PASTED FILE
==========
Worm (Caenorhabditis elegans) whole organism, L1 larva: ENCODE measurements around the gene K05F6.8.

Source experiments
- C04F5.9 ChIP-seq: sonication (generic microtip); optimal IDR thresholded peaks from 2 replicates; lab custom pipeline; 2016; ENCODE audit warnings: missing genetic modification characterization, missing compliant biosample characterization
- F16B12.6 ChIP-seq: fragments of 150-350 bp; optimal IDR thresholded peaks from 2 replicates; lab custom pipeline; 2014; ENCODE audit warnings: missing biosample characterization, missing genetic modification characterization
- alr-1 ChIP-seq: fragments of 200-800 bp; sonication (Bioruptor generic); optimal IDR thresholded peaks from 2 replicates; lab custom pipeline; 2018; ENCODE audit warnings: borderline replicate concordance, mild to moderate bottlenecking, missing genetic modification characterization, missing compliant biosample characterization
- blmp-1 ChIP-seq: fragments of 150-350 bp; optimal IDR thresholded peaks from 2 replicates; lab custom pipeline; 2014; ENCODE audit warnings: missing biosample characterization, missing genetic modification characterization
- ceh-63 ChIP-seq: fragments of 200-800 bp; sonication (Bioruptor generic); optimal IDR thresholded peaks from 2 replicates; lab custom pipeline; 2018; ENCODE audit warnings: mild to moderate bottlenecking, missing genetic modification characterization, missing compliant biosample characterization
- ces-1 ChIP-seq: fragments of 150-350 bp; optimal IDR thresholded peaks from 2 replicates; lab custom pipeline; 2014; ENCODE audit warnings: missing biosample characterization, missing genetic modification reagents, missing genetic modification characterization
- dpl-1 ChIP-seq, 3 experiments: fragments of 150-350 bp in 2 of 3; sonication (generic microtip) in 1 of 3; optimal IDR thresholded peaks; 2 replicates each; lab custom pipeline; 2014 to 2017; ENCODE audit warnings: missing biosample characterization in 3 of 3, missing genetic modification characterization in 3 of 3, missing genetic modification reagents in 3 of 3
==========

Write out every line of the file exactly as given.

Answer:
Worm (Caenorhabditis elegans) whole organism, L1 larva: ENCODE measurements around the gene K05F6.8.

Source experiments
- C04F5.9 ChIP-seq: sonication (generic microtip); optimal IDR thresholded peaks from 2 replicates; lab custom pipeline; 2016; ENCODE audit warnings: missing genetic modification characterization, missing compliant biosample characterization
- F16B12.6 ChIP-seq: fragments of 150-350 bp; optimal IDR thresholded peaks from 2 replicates; lab custom pipeline; 2014; ENCODE audit warnings: missing biosample characterization, missing genetic modification characterization
- alr-1 ChIP-seq: fragments of 200-800 bp; sonication (Bioruptor generic); optimal IDR thresholded peaks from 2 replicates; lab custom pipeline; 2018; ENCODE audit warnings: borderline replicate concordance, mild to moderate bottlenecking, missing genetic modification characterization, missing compliant biosample characterization
- blmp-1 ChIP-seq: fragments of 150-350 bp; optimal IDR thresholded peaks from 2 replicates; lab custom pipeline; 2014; ENCODE audit warnings: missing biosample characterization, missing genetic modification characterization
- ceh-63 ChIP-seq: fragments of 200-800 bp; sonication (Bioruptor generic); optimal IDR thresholded peaks from 2 replicates; lab custom pipeline; 2018; ENCODE audit warnings: mild to moderate bottlenecking, missing genetic modification characterization, missing compliant biosample characterization
- ces-1 ChIP-seq: fragments of 150-350 bp; optimal IDR thresholded peaks from 2 replicates; lab custom pipeline; 2014; ENCODE audit warnings: missing biosample characterization, missing genetic modification reagents, missing genetic modification characterization
- dpl-1 ChIP-seq, 3 experiments: fragments of 150-350 bp in 2 of 3; sonication (generic microtip) in 1 of 3; optimal IDR thresholded peaks; 2 replicates each; lab custom pipeline; 2014 to 2017; ENCODE audit warnings: missing biosample characterization in 3 of 3, missing genetic modification characterization in 3 of 3, missing genetic modification reagents in 3 of 3